The Ranch Management Program is uniquely designed to train students to meet the challenges of agricultural resource management. In the rapidly expanding job market for agricultural resource managers there are opportunities in many areas including commodity investment, agricultural marketing, international trade, as well as ranch management.  Our goal at the Ranch Management Program is to prepare individuals to help shape the future of agricultural asset management.


July 2019 Live and Learn: Partnership turns the ranch into a research lab

Forty miles south of Fort Worth lies TCU’s living laboratory for ranch management. Thanks to Jon Taggart and his meat brand, Burgundy Pasture Beef, TCU, USDA Natural Resources Conservation Services and the Botanical Research Institute of Texas are teaching cattlemen how to make their cattle practices more sustainable. TCU’s Director of the Institute of Ranch Management Jeffrey Geider hopes that by setting basic practices and spreading awareness, all ecosystems from Central America to Scotland can benefit from the research done on Taggart’s land.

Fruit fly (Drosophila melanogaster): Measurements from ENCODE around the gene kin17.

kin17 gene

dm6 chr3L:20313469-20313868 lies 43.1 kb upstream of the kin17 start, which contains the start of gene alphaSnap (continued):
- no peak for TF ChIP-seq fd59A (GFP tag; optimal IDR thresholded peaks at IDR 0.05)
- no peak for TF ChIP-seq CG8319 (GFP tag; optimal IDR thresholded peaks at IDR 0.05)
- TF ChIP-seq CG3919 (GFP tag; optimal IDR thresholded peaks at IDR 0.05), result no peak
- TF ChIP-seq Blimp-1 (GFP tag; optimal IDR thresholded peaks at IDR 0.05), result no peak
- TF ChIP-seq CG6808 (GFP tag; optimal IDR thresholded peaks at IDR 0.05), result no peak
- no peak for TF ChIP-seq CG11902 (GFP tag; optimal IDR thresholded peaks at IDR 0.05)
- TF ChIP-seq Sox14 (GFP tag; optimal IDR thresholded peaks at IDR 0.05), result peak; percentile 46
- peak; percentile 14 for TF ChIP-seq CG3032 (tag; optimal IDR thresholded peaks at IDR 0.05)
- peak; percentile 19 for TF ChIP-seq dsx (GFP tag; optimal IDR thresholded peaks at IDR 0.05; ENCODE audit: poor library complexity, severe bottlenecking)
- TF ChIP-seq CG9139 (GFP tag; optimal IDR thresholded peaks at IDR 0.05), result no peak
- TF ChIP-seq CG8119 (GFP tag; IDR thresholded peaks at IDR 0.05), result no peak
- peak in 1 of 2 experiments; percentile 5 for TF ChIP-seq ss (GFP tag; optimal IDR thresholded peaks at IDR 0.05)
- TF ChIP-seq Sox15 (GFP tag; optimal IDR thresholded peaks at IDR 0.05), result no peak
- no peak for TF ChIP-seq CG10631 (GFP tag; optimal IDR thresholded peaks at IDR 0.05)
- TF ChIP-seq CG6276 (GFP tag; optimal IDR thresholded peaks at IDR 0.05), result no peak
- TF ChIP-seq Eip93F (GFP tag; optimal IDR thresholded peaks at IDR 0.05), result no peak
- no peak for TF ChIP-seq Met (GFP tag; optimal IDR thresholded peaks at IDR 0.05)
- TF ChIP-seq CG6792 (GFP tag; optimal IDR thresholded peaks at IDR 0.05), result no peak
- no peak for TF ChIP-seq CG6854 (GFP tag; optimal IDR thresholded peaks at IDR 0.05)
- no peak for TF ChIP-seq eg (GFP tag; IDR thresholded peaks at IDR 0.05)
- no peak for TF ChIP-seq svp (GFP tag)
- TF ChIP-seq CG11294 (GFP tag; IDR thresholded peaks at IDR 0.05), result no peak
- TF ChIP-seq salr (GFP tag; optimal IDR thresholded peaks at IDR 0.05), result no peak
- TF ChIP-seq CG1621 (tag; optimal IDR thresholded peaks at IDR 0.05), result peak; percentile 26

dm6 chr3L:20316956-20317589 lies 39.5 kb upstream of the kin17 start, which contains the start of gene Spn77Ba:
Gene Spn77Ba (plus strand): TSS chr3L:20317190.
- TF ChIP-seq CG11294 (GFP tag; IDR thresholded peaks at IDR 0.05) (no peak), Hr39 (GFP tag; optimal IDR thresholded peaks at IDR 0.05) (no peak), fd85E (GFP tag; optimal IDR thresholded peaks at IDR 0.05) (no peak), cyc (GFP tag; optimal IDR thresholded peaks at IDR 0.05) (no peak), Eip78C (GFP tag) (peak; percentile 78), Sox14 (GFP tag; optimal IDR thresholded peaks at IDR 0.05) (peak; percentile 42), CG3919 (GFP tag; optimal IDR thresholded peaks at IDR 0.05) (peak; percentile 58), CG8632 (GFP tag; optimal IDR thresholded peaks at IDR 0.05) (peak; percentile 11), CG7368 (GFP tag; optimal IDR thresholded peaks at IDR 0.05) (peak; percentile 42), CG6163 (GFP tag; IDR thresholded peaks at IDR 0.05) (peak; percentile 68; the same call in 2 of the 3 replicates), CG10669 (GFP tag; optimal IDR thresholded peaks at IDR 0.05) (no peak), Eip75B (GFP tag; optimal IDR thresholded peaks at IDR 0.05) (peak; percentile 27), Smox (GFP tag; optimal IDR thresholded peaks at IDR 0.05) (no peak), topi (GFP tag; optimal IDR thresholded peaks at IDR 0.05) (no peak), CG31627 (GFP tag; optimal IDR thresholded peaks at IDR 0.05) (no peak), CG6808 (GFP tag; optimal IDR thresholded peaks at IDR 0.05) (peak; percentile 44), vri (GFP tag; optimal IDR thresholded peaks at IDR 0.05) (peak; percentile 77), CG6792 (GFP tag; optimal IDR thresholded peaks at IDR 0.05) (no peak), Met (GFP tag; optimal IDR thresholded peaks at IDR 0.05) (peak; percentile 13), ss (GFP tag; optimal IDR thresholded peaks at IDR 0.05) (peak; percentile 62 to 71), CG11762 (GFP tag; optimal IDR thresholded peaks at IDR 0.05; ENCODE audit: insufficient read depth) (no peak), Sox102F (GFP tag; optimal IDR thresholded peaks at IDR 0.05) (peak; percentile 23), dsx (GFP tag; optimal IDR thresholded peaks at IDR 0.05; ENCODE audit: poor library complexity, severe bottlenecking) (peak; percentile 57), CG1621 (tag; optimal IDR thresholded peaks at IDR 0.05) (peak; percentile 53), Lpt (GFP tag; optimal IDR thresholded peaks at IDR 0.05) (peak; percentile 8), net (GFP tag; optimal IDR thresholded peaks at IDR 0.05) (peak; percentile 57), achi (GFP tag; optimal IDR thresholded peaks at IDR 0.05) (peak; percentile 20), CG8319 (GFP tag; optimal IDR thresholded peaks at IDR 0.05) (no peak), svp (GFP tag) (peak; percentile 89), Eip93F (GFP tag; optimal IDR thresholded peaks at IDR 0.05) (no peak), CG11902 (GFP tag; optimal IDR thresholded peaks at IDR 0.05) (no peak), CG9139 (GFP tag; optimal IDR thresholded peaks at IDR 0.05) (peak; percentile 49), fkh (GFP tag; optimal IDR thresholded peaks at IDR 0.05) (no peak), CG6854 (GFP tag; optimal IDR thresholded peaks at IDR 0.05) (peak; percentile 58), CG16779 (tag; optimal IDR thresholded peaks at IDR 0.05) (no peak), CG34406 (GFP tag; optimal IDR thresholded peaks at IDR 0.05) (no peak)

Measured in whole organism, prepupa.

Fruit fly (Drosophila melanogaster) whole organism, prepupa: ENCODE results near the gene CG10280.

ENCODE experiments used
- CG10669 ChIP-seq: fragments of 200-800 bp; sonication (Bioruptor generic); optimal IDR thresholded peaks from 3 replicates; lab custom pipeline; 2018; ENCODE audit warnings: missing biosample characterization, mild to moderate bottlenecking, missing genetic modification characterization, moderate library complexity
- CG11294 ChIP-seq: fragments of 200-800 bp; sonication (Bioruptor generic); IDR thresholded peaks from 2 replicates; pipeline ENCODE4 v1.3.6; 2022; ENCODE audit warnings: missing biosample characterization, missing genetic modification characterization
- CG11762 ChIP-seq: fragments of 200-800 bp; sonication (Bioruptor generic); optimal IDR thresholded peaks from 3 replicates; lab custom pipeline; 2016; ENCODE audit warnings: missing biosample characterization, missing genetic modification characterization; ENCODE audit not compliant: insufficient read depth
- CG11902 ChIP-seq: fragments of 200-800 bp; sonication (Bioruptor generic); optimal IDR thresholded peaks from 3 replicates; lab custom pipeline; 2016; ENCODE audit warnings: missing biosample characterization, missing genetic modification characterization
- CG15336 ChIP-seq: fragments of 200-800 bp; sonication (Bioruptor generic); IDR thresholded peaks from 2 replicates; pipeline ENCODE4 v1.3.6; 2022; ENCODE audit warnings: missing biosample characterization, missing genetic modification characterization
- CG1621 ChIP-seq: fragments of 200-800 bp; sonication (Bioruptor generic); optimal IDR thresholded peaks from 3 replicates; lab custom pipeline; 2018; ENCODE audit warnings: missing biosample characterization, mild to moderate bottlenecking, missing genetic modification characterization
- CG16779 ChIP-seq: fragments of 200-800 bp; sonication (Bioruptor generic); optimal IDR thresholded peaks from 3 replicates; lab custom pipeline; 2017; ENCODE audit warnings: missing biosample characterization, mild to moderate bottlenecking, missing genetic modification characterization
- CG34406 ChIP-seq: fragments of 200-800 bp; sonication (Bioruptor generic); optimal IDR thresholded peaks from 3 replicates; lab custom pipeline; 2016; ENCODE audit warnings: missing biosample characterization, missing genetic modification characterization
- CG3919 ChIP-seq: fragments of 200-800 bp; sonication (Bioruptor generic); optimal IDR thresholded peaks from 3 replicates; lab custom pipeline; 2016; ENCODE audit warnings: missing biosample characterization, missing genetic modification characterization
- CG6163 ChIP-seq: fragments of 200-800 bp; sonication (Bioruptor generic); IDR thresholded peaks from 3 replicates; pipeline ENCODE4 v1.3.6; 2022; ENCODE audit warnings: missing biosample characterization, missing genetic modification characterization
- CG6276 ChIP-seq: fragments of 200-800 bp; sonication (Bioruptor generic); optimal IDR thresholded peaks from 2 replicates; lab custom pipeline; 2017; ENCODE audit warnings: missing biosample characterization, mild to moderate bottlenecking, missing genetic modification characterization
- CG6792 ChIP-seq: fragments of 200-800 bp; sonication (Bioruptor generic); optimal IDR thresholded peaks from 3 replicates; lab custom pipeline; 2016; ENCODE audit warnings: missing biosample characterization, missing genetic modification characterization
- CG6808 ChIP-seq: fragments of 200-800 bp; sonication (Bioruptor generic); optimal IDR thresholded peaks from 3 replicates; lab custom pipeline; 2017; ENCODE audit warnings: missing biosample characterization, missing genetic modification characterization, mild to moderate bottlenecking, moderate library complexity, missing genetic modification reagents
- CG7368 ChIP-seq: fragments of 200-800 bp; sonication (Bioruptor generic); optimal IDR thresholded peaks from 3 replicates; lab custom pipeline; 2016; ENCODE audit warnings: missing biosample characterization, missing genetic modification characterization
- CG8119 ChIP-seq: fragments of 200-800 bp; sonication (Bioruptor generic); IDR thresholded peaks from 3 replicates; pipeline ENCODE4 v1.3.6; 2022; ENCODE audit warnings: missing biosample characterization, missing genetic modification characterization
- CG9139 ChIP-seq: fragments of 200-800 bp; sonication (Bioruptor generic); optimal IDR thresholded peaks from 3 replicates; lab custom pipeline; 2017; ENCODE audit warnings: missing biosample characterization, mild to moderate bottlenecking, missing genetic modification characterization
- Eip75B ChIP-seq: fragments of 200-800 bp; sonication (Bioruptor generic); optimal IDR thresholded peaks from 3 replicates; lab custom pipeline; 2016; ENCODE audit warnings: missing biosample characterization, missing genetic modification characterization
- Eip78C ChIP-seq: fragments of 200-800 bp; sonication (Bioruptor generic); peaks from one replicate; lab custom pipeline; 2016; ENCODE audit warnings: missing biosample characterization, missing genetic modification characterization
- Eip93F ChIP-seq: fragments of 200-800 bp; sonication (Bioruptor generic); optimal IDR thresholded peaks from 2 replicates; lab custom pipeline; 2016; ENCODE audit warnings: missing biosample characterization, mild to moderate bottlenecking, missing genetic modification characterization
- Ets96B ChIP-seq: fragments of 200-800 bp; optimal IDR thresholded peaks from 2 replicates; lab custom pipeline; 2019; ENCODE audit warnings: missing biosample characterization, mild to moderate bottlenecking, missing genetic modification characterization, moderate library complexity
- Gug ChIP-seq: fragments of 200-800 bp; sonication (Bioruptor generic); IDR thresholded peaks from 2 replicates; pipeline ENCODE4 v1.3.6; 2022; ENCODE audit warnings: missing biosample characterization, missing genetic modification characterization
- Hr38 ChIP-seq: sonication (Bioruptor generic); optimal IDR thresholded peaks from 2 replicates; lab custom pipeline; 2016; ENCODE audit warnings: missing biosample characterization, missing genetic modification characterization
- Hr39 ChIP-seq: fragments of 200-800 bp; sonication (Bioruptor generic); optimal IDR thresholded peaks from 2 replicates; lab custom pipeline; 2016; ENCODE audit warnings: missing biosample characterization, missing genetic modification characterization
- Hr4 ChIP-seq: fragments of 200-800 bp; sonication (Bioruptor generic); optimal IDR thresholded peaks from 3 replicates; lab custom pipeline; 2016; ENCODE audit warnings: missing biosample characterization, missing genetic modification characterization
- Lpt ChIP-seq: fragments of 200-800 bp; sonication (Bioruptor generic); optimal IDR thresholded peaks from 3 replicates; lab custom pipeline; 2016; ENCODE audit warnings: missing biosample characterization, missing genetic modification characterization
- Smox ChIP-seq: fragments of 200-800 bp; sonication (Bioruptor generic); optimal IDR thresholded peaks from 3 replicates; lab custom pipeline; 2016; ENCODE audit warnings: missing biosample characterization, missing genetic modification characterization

August 2019 Burgundy Fields: Jon Taggart’s questions could mean answers for all

Owner and cattleman of Burgundy Pasture Beef, Jon Taggart, has worked long and hard to get where he is today. He was not born into the ranching industry, so he has developed essential skills to ranch cost effectively. Taggart has had help with sustainable ranching by his work with TCU. TCU ranch management students are only getting started with their research on different grasses and soil health to help not only Taggart but all cattlemen with making their land as efficient as possible.  

September 2019 Cow Size Matters: Living Laboratory looks for "sweet spot" when it comes to cow size, stocking rate

TCU’s Ranch Management and Burgundy Pasture Beef cattleman, Jon Taggart, explain how important it is to match the specific cow breed to its environment. The size of the cow should be both profitable for the cattlemen, but also best for the natural resources and consumers of the product. Taggart says that is all about moderation and to not aim too big or too small, even though both have their benefits. By understanding one’s ranch land more, the better and more profitable the calf-raising will be.